Still, it has worse picture quality than the more expensive models on this list, with worse contrast due to the lack of a local dimming feature. It gets bright overall and is quite colorful, but without local dimming, it can't truly emphasize bright highlights. And like the other models from Hisense, it has a disappointing viewing angle, so it's again not great for a wide seating arrangement. Nevertheless, it's an impressive TV for gaming thanks to its low input lag and decent response time. All in all, it's a great bang-for-the-buck option for gamers.

    See our review

  7. Best Cheap TV For Xbox Series X

    The Roku Select Series is a good choice if you're looking for the best gaming TV for Xbox Series X and need something cheap and simple. It's an okay TV that's a step down from the TCL Q6/Q650G QLED, as it can't do 120Hz like that TV can. Its contrast is okay, especially for a TV at this price point, so it looks adequate in a dark room, even without local dimming. That's a good thing since the TV doesn't get bright enough in HDR for rooms with lots of lights, even with its decent reflection handling. It's bright enough for moderately lit rooms, though, especially when playing SDR titles since its SDR brightness is very good. A great feature of this TV is the sheer amount of models available, from a small 24-inch to a big 75. Remember that the 24-inch and 32-inch models are limited to a 720p resolution, and the 40-inch model is limited to 1080p. The bigger sizes are 4k TVs.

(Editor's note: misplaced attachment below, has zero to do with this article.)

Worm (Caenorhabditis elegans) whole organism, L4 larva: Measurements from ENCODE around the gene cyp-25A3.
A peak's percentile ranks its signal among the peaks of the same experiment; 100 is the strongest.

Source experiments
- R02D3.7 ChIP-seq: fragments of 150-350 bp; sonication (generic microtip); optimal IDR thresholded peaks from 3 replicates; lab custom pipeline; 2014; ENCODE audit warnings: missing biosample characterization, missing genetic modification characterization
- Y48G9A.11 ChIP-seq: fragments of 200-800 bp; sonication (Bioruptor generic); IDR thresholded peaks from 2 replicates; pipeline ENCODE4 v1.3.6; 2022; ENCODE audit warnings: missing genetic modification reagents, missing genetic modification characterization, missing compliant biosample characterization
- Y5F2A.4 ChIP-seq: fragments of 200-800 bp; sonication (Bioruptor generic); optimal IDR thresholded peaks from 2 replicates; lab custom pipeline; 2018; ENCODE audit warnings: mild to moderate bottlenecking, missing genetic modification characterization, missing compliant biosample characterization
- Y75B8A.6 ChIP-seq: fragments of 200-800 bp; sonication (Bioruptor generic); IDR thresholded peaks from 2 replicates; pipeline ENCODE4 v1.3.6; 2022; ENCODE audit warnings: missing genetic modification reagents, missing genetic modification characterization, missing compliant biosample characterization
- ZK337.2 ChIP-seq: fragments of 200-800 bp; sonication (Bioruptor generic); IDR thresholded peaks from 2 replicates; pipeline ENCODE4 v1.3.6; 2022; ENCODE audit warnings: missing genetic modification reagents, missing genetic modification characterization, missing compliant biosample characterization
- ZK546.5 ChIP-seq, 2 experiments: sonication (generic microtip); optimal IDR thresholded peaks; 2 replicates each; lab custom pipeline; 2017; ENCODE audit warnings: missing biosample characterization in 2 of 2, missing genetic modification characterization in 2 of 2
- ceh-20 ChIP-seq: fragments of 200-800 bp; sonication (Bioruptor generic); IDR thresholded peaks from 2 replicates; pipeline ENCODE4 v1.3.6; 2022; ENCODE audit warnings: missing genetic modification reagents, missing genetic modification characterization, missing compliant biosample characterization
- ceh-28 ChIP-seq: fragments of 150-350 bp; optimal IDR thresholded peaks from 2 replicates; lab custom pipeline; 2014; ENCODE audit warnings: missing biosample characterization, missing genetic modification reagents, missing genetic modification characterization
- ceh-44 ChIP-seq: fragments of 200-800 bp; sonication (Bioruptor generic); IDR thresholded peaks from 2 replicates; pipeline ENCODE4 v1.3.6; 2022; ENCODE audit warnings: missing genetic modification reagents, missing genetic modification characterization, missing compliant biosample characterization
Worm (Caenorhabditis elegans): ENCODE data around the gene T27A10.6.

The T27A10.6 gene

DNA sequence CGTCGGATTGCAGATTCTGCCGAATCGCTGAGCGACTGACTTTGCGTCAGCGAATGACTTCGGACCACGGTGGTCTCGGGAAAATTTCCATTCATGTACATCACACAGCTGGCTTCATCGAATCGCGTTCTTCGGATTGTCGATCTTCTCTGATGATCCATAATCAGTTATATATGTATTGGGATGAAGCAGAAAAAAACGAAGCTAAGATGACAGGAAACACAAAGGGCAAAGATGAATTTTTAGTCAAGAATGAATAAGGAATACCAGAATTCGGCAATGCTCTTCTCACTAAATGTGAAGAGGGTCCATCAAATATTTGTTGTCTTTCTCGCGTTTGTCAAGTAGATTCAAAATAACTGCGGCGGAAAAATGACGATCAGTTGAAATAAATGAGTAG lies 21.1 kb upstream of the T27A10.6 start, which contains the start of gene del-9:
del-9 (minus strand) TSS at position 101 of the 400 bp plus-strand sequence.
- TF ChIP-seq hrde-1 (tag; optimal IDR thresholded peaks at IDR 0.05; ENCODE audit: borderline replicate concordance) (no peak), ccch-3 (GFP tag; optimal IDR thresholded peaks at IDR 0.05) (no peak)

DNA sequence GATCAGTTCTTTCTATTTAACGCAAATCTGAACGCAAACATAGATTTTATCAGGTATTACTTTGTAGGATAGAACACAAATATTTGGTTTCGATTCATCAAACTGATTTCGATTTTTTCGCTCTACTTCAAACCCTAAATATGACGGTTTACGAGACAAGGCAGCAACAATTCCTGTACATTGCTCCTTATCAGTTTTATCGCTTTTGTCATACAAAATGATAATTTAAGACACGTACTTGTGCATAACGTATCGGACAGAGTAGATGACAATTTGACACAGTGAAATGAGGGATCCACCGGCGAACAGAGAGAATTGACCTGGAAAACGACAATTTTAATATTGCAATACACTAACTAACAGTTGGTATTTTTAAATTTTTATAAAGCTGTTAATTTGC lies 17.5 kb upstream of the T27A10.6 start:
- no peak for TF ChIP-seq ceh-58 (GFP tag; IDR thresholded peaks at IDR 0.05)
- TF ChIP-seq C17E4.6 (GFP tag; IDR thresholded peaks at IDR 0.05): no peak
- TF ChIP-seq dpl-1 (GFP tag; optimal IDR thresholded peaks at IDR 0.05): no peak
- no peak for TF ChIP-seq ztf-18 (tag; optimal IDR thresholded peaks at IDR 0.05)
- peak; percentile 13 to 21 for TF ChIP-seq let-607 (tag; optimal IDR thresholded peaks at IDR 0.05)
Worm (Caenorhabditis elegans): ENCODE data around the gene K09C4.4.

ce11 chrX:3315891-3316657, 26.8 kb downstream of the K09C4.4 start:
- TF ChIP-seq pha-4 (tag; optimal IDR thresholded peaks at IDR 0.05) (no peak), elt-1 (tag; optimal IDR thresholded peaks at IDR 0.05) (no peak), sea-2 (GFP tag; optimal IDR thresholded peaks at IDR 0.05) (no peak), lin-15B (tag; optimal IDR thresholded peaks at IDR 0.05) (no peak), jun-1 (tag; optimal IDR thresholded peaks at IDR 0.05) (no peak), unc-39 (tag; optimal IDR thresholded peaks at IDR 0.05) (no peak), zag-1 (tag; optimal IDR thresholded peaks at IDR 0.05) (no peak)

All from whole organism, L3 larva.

The Roku is light on features; it doesn't have VRR, is limited to a 60Hz refresh rate, and doesn't support 1440p resolution. Still, its spectacular input lag and great response time make it a good TV for gamers. However, like many other LED TVs, there's a noticeable black smear in shadow details due to the TV's slower dark state transitions. You won't have any issues with slower and brighter titles. If you're a Costco member, you'll instead want to get the slightly better and more colorful Hisense A6/A65K.

    See our review

Notable Mentions

  • Sony A95L OLED: The Sony A95L OLED is comparable to the Samsung S90C OLED because it's a QD-OLED TV. However, it has higher input lag, so gaming feels less responsive, and this model is also more expensive than the Samsung TV. See our review
  • Hisense U6/U6K: The Hisense U6/U6K is a great budget TV and competes directly with the TCL Q6/Q650G QLED. The Hisense has better overall picture quality with deeper blacks due to its local dimming feature, but the TCL is the better gaming TV because it's capable of 1080p @ 120Hz and 1440p @ 120Hz through resolution halving. See our review
  • TCL QM8/QM850G QLED: The TCL QM8/QM850G QLED is one of the brightest TVs on the market, but unfortunately, it has a lot of quirks, many of which impact the TV's gaming performance. It can't output 4:4:4 while simultaneously being in Game Mode. Its input lag is higher with faster refresh rates, which is unusual, and its response time varies wildly depending on the panel's refresh rate, hurting the TV's gaming performance. See our review